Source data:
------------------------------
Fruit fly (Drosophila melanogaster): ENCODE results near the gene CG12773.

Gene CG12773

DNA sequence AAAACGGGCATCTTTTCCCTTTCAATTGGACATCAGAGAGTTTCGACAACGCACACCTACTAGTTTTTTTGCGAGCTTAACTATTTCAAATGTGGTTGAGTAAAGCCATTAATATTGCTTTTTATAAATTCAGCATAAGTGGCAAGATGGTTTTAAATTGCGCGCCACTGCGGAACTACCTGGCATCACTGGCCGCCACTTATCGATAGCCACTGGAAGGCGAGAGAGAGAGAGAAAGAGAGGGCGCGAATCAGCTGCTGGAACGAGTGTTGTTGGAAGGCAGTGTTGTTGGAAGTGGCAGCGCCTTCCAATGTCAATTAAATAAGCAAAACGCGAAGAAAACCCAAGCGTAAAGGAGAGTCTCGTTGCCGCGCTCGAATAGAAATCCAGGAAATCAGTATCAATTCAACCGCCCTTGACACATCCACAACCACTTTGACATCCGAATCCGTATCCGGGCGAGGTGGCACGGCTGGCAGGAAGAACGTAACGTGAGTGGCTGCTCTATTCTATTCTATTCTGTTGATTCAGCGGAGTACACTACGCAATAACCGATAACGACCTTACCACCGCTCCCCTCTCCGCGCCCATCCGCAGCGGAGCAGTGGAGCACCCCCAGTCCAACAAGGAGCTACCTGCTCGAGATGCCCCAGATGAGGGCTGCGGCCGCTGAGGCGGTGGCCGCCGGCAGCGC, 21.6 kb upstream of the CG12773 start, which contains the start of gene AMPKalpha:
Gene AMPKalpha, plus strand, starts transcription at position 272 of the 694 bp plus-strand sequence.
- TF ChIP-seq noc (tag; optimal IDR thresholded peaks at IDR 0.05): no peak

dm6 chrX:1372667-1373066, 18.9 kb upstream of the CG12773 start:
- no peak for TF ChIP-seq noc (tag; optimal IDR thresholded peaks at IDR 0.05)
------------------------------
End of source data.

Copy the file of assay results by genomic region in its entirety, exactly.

Fruit fly (Drosophila melanogaster): ENCODE results near the gene CG12773.

Gene CG12773

DNA sequence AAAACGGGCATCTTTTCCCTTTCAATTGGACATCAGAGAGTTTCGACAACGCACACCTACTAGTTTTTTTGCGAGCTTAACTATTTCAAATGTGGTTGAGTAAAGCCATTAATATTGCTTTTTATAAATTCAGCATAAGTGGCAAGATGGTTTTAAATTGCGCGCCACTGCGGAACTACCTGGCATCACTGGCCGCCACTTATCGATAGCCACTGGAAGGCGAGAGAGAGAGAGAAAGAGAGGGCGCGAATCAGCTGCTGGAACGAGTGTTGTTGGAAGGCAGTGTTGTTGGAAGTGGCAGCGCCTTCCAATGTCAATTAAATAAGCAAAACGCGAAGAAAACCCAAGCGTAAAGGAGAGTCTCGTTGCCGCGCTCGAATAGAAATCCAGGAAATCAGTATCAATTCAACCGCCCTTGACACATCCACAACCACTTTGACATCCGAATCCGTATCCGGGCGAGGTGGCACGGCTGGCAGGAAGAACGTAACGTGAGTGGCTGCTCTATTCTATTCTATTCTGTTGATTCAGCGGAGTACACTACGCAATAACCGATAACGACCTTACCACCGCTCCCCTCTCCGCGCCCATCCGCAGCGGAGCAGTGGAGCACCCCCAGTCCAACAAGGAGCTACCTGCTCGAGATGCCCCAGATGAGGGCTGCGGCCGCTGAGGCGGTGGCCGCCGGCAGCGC, 21.6 kb upstream of the CG12773 start, which contains the start of gene AMPKalpha:
Gene AMPKalpha, plus strand, starts transcription at position 272 of the 694 bp plus-strand sequence.
- TF ChIP-seq noc (tag; optimal IDR thresholded peaks at IDR 0.05): no peak

dm6 chrX:1372667-1373066, 18.9 kb upstream of the CG12773 start:
- no peak for TF ChIP-seq noc (tag; optimal IDR thresholded peaks at IDR 0.05)